The advance party has just taken off and we take off in 48 hours. Latest change was that we don’t actually go to Reims but to a place about 20 miles South – Chalons sur Marne. I don’t know how big a place it is – but it’s just as well, because Reims must be an awfully congested place right now. We passed Chalons when we came thru France, but we were through that area – and it’s a very pretty part of France.
Gee – our mail situation will be all fouled up for a few days I’m afraid. We’ll probably get a new APO number – although that doesn’t mean much. We’ve already wired ahead to the French base section advising them to hold our mail – but some will undoubtedly come all the way down here and have to follow us back. There was no mail at all – yesterday – and I’m so anxious to have some now. I’m anxious to hear from Lawrence – and also to hear about Ruth. Frankly, darling, I’ve been very uneasy about Ruth since I received Lawrence’s letter – and yet I think it’s right that he told me. I’m her brother, after all, and if there’s any worrying to do – I should do my share. Oh I know it doesn’t help – but that doesn’t change human nature. Today is Ruth’s Birthday and I do hope she’s home by now and doing well.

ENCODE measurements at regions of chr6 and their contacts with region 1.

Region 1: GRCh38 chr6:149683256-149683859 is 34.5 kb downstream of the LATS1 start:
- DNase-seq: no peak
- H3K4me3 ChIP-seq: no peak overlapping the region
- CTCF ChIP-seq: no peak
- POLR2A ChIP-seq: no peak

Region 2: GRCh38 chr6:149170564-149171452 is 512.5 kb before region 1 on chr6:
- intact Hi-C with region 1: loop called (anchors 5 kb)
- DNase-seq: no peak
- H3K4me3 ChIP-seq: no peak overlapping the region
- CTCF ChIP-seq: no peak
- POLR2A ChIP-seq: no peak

And Lawrence has me down, too. He’s undoubtedly going to the C.B.I. – or the Pacific Theater – and in either case – it’s a long long way from home. Gosh – if I have to go there – I’ll go whacky. I just have to get a job in the States.
I know it must be terrifically difficult for you now, sweetheart, waiting and waiting – now that the war is over and so many fellows are coming home. But hell – what good would just 30 days be? Boy – I’d like to have 30 days right now! The days are so damned long now – particularly since we’ve learned we’re to move. I’m so anxious to find out what our mission is and to get an idea how long it will take.
Yesterday was very windy and cool – but we played tennis in the p.m. – just to kill some time. And in the evening – we saw “A Tree Grows in Brooklyn”. It was well acted and all that – but too drab, dark and morbid for my mood. I’d have preferred a lively musical.